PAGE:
Prisoner’s Pond is a small 1/2-acre water body located in the southern tip of the Hilltop Reservation. It is the only year-round water source in the park and provides valuable habitat for small fish, frogs, turtles, ducks and other wildlife.
However, due to a combination of past agricultural use and recent tree disease, the woods surrounding the pond are in very poor shape. There are almost no healthy canopy trees — only dead / dying white ash and Norway maple. Over time the ground level filled with invasive bush honeysuckle, which now is so thick that nothing new can grow underneath (see left-hand photo below). Without human intervention, the forest here will not recover.
The good news is, we can restore ecological balance to this area by doing what the Conservancy calls “patching the roof”. Meaning: first clear the invasives in order to remove competition for sunlight and nutrients, then plant native tree saplings that will mature over time and re-establish the forest canopy. The newly-planted area will need to be monitored to ensure bush honeysuckle does not re-invade, but once the canopy starts to close (see right-hand photo below), native understory species can be added to complete the forest restoration.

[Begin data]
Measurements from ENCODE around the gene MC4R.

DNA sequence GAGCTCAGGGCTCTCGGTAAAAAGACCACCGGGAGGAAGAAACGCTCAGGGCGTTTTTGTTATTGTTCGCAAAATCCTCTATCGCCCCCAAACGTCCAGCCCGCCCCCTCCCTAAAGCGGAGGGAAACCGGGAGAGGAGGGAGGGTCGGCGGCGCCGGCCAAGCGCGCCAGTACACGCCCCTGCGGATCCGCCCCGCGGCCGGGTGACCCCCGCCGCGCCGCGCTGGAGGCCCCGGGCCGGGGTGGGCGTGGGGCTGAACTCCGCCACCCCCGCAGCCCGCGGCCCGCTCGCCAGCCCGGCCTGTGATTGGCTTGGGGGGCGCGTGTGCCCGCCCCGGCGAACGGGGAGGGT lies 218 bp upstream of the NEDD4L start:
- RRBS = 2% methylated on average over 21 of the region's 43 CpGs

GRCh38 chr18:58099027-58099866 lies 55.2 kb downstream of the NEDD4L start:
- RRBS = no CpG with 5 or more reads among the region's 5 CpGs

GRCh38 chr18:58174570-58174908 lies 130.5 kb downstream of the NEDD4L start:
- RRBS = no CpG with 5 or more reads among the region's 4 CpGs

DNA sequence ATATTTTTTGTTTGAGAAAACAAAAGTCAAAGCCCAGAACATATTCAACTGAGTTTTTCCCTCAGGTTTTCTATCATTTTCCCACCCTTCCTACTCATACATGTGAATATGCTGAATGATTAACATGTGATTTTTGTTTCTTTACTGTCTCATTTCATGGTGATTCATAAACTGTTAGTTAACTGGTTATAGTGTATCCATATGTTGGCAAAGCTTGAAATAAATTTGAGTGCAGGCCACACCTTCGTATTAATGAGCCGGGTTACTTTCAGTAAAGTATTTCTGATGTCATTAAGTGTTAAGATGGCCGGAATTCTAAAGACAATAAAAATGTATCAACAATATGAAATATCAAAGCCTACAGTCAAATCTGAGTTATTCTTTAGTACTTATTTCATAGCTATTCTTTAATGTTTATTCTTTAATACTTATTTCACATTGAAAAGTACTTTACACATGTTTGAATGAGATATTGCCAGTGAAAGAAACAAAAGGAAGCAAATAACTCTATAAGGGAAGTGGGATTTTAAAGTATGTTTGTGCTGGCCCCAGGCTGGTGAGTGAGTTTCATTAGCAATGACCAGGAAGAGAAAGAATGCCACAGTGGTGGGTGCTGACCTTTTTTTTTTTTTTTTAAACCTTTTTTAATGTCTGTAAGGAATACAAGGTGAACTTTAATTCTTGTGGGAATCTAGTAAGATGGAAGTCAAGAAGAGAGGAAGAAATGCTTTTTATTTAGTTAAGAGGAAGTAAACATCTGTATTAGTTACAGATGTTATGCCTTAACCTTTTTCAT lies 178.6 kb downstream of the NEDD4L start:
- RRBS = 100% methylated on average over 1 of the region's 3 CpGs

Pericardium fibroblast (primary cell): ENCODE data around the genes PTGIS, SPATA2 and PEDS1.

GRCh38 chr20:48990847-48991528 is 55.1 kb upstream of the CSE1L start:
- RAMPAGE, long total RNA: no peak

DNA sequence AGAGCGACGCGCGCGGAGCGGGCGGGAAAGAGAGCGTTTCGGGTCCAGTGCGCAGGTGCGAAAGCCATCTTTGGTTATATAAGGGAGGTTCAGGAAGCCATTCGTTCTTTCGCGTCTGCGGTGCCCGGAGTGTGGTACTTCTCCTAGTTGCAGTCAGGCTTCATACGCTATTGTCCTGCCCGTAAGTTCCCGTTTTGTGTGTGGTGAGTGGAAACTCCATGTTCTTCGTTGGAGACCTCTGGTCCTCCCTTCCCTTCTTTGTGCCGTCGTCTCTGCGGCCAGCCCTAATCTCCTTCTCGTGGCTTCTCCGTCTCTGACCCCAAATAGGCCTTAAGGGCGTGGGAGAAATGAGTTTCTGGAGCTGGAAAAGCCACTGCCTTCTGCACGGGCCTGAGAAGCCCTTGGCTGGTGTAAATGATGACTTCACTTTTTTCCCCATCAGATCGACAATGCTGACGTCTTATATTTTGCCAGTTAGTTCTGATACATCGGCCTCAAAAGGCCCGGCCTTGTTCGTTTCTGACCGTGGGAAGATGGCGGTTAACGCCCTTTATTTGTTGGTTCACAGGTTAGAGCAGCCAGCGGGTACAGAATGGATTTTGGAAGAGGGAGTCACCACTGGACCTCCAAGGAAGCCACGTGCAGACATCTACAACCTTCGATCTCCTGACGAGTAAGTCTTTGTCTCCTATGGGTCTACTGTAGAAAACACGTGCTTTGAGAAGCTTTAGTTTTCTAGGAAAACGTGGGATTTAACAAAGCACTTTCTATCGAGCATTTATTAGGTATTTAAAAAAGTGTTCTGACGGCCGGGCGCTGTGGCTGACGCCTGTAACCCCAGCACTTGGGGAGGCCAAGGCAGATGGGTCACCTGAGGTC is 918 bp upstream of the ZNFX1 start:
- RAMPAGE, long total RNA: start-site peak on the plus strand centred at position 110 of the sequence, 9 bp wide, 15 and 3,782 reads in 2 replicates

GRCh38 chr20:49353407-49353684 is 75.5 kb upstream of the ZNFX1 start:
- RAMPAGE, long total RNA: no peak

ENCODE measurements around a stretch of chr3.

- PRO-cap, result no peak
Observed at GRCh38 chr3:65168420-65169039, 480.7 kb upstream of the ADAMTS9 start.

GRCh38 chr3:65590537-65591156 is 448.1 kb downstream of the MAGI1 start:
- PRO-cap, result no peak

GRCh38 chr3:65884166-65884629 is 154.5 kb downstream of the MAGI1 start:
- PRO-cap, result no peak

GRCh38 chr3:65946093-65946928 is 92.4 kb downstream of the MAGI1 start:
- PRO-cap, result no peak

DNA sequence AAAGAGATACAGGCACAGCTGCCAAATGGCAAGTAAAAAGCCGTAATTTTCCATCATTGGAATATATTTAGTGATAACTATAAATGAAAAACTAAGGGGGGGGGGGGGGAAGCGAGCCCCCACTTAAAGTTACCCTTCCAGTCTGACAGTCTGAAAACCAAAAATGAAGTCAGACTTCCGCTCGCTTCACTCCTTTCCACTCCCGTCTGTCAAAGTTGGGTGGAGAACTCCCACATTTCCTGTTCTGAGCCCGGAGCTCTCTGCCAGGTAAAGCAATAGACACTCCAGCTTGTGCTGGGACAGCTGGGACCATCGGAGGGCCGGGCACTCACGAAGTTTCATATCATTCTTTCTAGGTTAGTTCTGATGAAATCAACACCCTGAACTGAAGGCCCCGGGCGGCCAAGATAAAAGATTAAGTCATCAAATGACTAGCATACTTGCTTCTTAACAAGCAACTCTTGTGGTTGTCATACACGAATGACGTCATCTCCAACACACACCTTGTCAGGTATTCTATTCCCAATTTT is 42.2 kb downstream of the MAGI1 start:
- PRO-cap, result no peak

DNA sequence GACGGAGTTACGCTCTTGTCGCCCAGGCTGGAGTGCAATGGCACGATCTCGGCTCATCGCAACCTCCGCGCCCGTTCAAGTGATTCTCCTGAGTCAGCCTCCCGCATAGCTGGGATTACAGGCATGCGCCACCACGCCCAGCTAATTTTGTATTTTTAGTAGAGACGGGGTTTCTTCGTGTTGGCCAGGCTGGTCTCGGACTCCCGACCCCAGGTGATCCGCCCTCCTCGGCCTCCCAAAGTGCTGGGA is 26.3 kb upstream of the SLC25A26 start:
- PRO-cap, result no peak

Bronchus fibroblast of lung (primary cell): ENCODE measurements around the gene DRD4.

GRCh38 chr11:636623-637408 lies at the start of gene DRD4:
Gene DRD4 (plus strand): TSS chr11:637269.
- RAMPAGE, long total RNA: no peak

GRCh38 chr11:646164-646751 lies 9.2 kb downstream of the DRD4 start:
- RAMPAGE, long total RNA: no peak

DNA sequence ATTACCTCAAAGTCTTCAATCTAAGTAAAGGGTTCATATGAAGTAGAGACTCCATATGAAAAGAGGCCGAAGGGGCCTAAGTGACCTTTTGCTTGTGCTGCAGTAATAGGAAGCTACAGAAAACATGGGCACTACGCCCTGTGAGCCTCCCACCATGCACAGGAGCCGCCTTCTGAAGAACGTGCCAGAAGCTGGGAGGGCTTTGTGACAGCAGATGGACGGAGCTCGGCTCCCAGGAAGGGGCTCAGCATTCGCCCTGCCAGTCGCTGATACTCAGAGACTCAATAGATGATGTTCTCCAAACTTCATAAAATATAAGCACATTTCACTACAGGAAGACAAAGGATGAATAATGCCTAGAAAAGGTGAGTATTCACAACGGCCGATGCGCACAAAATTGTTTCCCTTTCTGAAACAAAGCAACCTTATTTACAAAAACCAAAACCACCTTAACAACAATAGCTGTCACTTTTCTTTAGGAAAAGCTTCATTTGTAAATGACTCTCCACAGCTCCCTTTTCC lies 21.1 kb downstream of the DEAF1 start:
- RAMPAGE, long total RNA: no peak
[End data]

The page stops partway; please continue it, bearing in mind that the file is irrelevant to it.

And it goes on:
See progress, next steps and gallery of implementation photos below.
Progress to Date —
- 2017: Scoped and budgeted project; obtained funding commitment from Essex County; recruited project manager (David Freschi); identified and pre-ordered native canopy tree saplings
- See initial scoping document: Prisoner’s Pond Forest Regeneration – 2017 Proposal
- 2018: First 1-acre area — worked with Boy Scout Troop 6, Verona DPW, Sustainable Verona team and other local volunteers to clear bush honeysuckle; cut and cleared dead / dying white ash and invasive Norway maple trees
Next Steps —
- 2019: Plant native tree saplings and install trunk guards in first 1-acre area; begin clearing second 1-acre area
- 2020 – 2023: Continue as above until entire infested 5-acre area has been cleared and native canopy trees installed; have Essex County remove nearby former shooting range and remaining large debris; initiate project to eradicate invasives from pond banks and re-plant with native species
To view this gallery click here.